The following was transcribed and edited down from a phone conversation I had with Treasure Rose on the 11th of February. Treasure was with Katie Johnston, who played The Moon in Axl Rose’s Daughter, and both were in Oklahoma mid-road trip to California…
First of all, happy 1st anniversary of Axl Rose’s Daughter, and congratulations on such a fun, fascinating film.
Treasure Rose: Thank you so much! It really does mean a lot.
Of course! So the first thing I wanted to ask was: what inspired you to make (the film)?
Treasure Rose: Before the film, I had written a poem of the same name. My friend Jenny (Gallagher, editor and camera-person) and I were going on a road trip to film for another project, and we were like, we have a filming crew and we’re going on this journey, we should definitely make a movie based on where we were going and what we were doing. Then I thought to base the movie on that poem, and so it all tied together.
With that road trip context in mind, how much of the final film was scripted and based on the poem and how much was simply capturing real events?
TR: Everything in the film is staged and improvised, the only thing real in the film is the emotion. I’m very sincere and I sincerely mean everything, like, I don’t want to hide behind irony – I’m not a 12 year old boy.
The poem and the movie are very different, I would say the film is more tongue in cheek – not camp but campy – and I think the poem is more emotional and kind of dealing with something that happened in the past.
The start of the film includes a quote from Freddie Mercury about fame – what was the reason behind using it?
TR: I was a huge Freddie Mercury fan growing up, and one of the themes of the movie is delusion, and I wanted to make a movie about one of the most delusional people out there. Like, who would think that you could show up to a celebrity father’s door and actually think he’ll bring you in with open arms. I felt that quote had a sense of delusion, but Freddie had talent; this character’s talent is yet to be seen.
That theme really plays into – for me – the central scene between Treasure & The Accountant, where fantasy meets harsh reality…
TR: *Laughs* yeah.
It felt like a scene that, in a good way, felt quite farcical, and quite comedic. I was wondering how you felt about that scene?
TR: I think Bradford (Carlisle) who plays The Account is the most amazing comedic actor I’ve ever met, he’s the breakout star in my eyes.
I was going to ask! Where did you find him?
TR: He’s my BFF! I met Bradford through Jenny at Temple University, I knew he had star power and he blew me away.
There are very strong elements at play in that scene but he is great.
TR: Yeah, he is amazing…
*Treasure pauses to order food*
…(Bradford) always was very interesting, very charismatic…but not, I guess your most obvious star. But I loved him, he did amazingly, and as it was all improv all of his lines he came up with himself.
I feel like the one thing I would change in that scene…I think my acting could be better. You can see me smiling in the scene – Bradford makes me smile – so I would probably commit more to the acting of it. But he’s amazing.
I would disagree about your performance, the smiling in that scene for me played into the camp knowingness of it.
TR: Well thank you, okay, good – good good good!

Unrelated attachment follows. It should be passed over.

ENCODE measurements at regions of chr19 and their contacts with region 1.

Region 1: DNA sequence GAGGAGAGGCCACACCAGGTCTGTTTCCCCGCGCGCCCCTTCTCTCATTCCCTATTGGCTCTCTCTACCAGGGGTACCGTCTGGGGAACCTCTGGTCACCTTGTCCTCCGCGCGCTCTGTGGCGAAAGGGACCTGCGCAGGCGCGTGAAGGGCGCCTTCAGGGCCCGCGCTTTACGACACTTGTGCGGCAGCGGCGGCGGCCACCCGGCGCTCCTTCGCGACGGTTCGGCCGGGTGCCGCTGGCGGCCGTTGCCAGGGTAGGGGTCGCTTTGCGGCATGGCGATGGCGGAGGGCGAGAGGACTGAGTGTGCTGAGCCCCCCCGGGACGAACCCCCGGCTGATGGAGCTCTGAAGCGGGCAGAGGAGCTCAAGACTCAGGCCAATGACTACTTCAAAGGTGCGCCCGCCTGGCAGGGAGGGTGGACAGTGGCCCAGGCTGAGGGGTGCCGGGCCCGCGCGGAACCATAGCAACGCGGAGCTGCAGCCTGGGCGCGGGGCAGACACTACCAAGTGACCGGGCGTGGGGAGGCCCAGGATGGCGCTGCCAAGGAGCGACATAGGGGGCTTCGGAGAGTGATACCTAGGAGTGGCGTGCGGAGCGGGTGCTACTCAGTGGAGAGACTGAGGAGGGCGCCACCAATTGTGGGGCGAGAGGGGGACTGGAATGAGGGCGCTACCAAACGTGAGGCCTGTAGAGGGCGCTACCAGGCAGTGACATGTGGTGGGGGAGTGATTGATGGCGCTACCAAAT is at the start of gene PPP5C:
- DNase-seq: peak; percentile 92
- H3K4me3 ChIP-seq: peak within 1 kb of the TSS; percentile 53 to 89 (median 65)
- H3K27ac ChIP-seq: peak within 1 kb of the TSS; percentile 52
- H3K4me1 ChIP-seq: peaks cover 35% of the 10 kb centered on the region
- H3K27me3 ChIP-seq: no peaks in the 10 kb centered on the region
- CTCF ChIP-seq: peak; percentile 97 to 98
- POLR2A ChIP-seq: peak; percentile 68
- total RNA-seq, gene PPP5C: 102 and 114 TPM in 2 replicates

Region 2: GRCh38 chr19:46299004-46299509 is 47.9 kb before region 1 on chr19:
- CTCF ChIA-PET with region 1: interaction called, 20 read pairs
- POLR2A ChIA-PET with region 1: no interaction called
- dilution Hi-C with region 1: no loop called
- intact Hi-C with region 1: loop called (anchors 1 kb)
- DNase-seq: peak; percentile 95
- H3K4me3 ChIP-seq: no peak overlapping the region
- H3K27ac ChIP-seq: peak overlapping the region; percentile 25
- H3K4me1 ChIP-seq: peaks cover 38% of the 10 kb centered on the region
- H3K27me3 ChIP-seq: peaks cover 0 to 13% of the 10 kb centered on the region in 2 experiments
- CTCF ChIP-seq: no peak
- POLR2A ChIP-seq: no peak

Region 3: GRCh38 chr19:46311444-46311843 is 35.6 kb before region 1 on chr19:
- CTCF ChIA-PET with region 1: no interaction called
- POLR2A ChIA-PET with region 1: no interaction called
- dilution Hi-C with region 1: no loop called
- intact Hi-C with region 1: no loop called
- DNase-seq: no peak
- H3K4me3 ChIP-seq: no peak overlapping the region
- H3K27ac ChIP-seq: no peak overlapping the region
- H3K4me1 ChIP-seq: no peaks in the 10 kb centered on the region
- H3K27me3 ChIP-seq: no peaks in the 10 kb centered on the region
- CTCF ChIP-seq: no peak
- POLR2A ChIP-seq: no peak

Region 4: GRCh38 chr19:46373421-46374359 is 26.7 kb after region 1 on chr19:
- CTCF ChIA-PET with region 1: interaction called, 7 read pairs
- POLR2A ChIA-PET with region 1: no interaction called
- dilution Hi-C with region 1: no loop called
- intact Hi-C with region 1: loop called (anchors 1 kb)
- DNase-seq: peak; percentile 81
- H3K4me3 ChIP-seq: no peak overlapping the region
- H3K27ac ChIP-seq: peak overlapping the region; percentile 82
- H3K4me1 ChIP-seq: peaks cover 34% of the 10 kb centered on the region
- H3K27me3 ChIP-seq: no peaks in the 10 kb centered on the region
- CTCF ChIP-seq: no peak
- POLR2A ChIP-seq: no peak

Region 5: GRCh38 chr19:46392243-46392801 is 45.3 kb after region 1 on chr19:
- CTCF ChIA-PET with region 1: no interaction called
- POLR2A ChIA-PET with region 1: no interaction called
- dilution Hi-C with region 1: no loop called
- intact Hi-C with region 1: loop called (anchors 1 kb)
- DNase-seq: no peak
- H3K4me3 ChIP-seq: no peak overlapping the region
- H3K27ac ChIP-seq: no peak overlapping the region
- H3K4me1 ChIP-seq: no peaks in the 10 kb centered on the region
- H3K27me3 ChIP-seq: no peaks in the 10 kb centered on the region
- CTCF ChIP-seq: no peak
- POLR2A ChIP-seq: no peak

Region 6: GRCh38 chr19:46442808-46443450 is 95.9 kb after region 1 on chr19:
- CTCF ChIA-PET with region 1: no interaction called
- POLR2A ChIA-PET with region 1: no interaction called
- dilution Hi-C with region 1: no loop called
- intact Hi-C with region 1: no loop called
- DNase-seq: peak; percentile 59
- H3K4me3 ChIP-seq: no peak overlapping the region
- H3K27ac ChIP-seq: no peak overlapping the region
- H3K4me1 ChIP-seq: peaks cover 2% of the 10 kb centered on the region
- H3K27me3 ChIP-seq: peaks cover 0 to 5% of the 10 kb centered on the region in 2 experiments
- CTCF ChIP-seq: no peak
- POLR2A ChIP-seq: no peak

I’m curious, how many takes were needed to get the scene where you throw stuff at Bradford?
TR: It took one take, I watched a documentary on The Misfits, and there was one scene where this one actor couldn’t get it, and the director told him that he’d only do one take to get it right. I think the first take is always going to be the best, you’re not going to get any better than that.
There’s definitely a sense of low-key, guerrilla-style filmmaking, which feels tied in with the road trip.
TR: Yeah, which is interesting because at the time i was watching a lot of early 2000s reality TV, and I wanted to make it feel like a very trashy TV show like The Simple Life. Everything was sort of spur of the moment.
The feeling I got from it was a bit John Waters.
TR: Oh my gosh, I’m obsessed with John Waters and he’s such an icon to me that I would never be like “yes I am doing exactly what John Waters did”, but of course he’s such a huge, huge influence.
Though there’s nothing nearly as shocking in this as there are in his films! But yeah, I did pick up on that reality TV style.
TR: I’m glad someone picked up on some of that stuff! Because reading some of those (YouTube) comments, like I love them but it’s really not that hard to get.
About those comments, and the way people responded on YouTube and other places, was it what you expected, or were you expecting anything better or worse?
TR: I wasn’t expecting anything. I just made this movie with Jenny, as I always wanted to make a movie, and I expected it to put it out onto YouTube and it’s gonna just be part of the virtual clutter, and not be reacted to in any way. I’ve put other things on YouTube before and they would get at most, like, 400 views, so that’s what I expected, and then it was suddenly this snowball effect where the more people watched and commented, the more it was recommended to other people.
I didn’t expect it, but I thought it was hilarious, it was the best reaction I could have ever received. I only ever want people to hate my movies now because it’s so much fun.
TR: Yes! There’s one comment where this guy was like “bunch of lesbos” like that’s the best compliment I ever could have received!
That reaction was so great and people were just getting so angry, but I was making the right people angry – I was making a bunch of middle aged people angry. It was fantastic. I didn’t even think it was that provocative, that’s the weird part.
There are two things that upset me: one was that nobody threatened to kill me and I really wanted it to go there. The other thing was this guy who was like “I get you’re trying to do a Family Guy rip-off”. I’ve never seen an episode of Family Guy! I don’t watch masculine things so that was the only thing that got me, that he would think my influences would be that masculine.